• Mangoes: Guatemala or Mexico
  • Mushrooms: Canada or the U.S.
  • Nectarines: NONE
  • Onions: Peru or the U.S.
  • Oranges: Chile, South Africa, or the U.S.
  • Papayas: Belize, Brazil, Guatemala, Jamaica, Mexico, or the U.S.
  • Peaches: NONE
  • Pears: Argentina or the U.S.
  • Pineapple: Costa Rica, Equador, Mexico, or the U.S.
  • Plums: The U.S.
  • Potatoes: Canada
  • Prunes: The U.S.
  • Raspberries: Mexico or the U.S.
  • Snap Peas: Mexico or the U.S.
  • Spinach: Mexico or the U.S.
  • Strawberries: NONE
  • Summer Squash: Mexico
  • Sweet Bell Peppers: NONE
  • Sweet Potatoes: NONE
  • Tangerines: NONE
  • Tomatoes: Canada
  • Watermelons: Guatemala, Honduras, Mexico, or the U.S.
  • Winter Squash: Guatemala, Honduras, or Mexico

Part 2: Prioritize Your Organic Purchases 

Once you’ve selected the safest non-organic items based on their country of origin, it’s time to decide which produce is most important to buy organic. For example, eating non-organic green beans is 200x riskier than eating non-organic broccoli, in terms of pesticide exposure (Consumer Reports, 2015). If you have to choose, buy organic green beans, and settle for non-organic broccoli. 

This part of The Produce Shopping Strategy is based off of the Environmental Working Group’s analysis of over 40,000 samples of 47 fruits and vegetables (Environmental Working Group, 2019). In order of highest to lowest risk, strategically decide which items are worth buying organic using this list: 

  1. Strawberries
  2. Spinach
  3. Kale
  4. Nectarines
  5. Apples
  6. Grapes
  7. Peaches
  8. Cherries
  9. Pears 
  10. Tomatoes
  11. Celery
  12. Potatoes
  13. Sweet Bell Peppers
  14. Cherry Tomatoes
  15. Lettuce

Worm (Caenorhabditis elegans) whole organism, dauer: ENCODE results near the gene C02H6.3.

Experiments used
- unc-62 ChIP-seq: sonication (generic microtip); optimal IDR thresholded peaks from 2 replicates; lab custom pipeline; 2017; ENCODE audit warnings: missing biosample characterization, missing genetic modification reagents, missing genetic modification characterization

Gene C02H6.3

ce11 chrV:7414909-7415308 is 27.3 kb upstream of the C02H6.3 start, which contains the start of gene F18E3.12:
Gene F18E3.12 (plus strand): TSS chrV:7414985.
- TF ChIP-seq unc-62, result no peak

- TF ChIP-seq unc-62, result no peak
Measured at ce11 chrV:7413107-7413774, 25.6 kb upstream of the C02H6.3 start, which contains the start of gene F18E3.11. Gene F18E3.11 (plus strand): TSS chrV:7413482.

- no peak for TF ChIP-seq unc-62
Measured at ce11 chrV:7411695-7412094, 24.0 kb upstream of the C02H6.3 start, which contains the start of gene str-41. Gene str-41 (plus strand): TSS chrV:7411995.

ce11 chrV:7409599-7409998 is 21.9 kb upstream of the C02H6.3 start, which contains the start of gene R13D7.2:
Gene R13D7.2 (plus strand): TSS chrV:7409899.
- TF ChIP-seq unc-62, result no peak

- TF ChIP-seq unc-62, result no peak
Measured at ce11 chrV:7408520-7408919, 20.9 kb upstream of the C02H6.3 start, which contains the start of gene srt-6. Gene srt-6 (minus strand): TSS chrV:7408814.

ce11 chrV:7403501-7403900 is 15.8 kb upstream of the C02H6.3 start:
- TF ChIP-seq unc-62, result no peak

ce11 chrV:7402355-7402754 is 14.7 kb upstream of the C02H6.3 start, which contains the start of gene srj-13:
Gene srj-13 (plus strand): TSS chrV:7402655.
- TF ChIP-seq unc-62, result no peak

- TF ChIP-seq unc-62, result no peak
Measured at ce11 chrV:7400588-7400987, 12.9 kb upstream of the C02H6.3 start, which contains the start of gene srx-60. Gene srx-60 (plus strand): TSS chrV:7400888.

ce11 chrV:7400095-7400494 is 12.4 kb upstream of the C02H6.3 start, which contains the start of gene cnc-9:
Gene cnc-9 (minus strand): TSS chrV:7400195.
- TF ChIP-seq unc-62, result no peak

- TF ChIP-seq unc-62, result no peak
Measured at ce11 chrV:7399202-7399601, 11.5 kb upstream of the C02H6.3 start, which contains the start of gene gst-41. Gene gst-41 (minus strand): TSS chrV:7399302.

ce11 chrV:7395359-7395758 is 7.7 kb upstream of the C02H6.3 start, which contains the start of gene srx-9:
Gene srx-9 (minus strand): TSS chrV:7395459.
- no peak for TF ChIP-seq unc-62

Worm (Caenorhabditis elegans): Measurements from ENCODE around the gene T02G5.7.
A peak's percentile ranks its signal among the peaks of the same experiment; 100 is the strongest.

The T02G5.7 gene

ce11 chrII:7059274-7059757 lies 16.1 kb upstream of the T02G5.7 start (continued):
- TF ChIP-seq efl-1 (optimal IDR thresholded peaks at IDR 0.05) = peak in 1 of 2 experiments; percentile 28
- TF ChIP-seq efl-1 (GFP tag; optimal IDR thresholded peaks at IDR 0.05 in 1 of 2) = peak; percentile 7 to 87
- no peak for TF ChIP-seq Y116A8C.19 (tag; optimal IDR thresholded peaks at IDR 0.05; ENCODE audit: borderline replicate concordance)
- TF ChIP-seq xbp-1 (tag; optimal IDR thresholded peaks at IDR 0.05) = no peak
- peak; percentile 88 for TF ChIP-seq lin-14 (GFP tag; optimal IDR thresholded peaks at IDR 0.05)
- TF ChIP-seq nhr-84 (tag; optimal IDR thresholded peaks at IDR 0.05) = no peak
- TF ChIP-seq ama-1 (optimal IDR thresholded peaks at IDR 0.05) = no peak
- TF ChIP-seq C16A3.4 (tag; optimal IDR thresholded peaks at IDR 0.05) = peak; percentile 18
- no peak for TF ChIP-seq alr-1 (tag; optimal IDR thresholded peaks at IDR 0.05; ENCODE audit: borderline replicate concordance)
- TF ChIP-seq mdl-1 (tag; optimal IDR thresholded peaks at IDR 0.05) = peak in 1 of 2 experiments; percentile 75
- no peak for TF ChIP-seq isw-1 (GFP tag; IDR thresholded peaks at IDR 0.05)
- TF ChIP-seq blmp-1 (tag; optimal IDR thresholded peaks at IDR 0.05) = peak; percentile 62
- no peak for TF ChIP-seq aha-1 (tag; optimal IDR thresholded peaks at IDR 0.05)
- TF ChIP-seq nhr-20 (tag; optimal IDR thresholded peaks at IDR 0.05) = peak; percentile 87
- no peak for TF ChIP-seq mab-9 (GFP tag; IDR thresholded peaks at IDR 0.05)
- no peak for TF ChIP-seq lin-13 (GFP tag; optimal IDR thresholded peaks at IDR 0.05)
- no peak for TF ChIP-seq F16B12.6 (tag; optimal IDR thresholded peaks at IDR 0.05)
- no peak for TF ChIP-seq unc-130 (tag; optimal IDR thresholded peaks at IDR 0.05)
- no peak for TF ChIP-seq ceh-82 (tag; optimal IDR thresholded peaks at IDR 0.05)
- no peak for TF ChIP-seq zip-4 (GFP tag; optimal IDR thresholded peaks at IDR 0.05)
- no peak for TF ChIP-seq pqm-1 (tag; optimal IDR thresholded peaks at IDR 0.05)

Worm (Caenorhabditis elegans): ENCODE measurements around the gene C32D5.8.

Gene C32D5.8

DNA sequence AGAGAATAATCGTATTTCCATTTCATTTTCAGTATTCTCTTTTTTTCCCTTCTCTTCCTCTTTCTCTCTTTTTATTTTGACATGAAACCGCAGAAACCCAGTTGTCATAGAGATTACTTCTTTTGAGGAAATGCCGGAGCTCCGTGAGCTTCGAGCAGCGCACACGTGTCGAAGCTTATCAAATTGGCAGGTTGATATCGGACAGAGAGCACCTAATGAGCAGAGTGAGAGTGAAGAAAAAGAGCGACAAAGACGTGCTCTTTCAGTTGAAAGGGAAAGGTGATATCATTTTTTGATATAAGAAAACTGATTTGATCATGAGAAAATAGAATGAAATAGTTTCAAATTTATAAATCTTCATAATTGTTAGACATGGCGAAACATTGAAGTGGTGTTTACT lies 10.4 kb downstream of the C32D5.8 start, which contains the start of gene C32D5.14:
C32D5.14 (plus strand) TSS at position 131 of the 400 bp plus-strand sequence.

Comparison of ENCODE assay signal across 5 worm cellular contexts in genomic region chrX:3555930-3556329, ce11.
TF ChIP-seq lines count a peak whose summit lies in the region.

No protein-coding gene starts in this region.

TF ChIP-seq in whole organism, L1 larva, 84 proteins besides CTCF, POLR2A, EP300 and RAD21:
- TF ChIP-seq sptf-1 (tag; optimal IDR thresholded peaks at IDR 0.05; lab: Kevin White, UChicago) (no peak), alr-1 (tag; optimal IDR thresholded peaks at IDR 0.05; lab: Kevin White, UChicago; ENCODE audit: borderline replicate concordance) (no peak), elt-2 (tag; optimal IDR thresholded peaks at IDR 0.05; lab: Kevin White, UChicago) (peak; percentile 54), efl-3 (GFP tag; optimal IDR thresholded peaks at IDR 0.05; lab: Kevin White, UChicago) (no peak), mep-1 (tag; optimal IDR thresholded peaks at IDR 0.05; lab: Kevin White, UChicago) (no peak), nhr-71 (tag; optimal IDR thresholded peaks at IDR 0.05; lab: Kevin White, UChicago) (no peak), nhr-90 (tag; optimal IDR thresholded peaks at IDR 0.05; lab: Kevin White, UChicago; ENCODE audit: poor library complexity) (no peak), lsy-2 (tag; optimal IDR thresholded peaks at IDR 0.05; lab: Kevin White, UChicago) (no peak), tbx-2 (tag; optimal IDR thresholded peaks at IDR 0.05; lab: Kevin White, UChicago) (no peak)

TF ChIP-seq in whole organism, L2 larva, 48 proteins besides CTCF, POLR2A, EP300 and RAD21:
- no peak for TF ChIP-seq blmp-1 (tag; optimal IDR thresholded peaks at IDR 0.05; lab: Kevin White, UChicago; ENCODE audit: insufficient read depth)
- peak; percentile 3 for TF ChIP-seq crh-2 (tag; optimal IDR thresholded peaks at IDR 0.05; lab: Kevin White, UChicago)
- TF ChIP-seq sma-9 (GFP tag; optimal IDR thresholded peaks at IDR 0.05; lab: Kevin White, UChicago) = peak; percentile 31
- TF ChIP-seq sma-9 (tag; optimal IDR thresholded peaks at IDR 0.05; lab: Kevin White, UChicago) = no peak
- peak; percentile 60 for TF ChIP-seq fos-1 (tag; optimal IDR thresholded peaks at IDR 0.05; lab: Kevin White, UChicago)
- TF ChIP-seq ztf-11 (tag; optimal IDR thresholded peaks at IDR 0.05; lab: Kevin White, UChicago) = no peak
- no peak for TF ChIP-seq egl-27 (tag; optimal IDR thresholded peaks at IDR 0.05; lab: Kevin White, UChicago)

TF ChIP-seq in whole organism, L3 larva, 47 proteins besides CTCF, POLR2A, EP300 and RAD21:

16. Cucumbers
  17. Blueberries
  18. Hot Peppers
  19. Plums
  20. Green Beans
  21. Tangerines
  22. Raspberries
  23. Grapefruit
  24. Winter Squashes
  25. Snap Peas
  26. Carrots
  27. Oranges
  28. Summer Squashes
  29. Mangoes
  30. Bananas
  31. Sweet Potatoes
  32. Watermelons
  33. Honeydew Melons
  34. Mushrooms
  35. Broccoli
  36. Cantaloupes
  37. Cauliflower
  38. Cabbages
  39. Kiwis
  40. Asparagus
  41. Eggplants
  42. Papayas
  43. Onions
  44. Sweet Peas
  45. Pineapples
  46. Sweet Corn
  47. Avocados

We hope that you’ll use our Produce Shopping Strategy to limit your and your family’s exposure to pesticides via produce. If you’re interested in learning more about the effect of pesticides on health (especially cancer), as well as many other health and wellness topics, check out Dr. Nagula’s new book, “From Doctor to Patient” here: https://www.amazon.com/Doctor-Patient-Healing-Cancer-through-ebook/dp/B081PG4P87


Sources:

Consumer Reports. (2015, March 19). Pesticides in Produce. Retrieved February 12, 2020, from https://www.consumerreports.org/cro/health/natural-health/pesticides/index.htm

Environmental Working Group. (2019). EWG’s 2019 Shopper’s Guide to Pesticides in Produce™. Retrieved February 13, 2020, from https://www.ewg.org/foodnews/full-list.php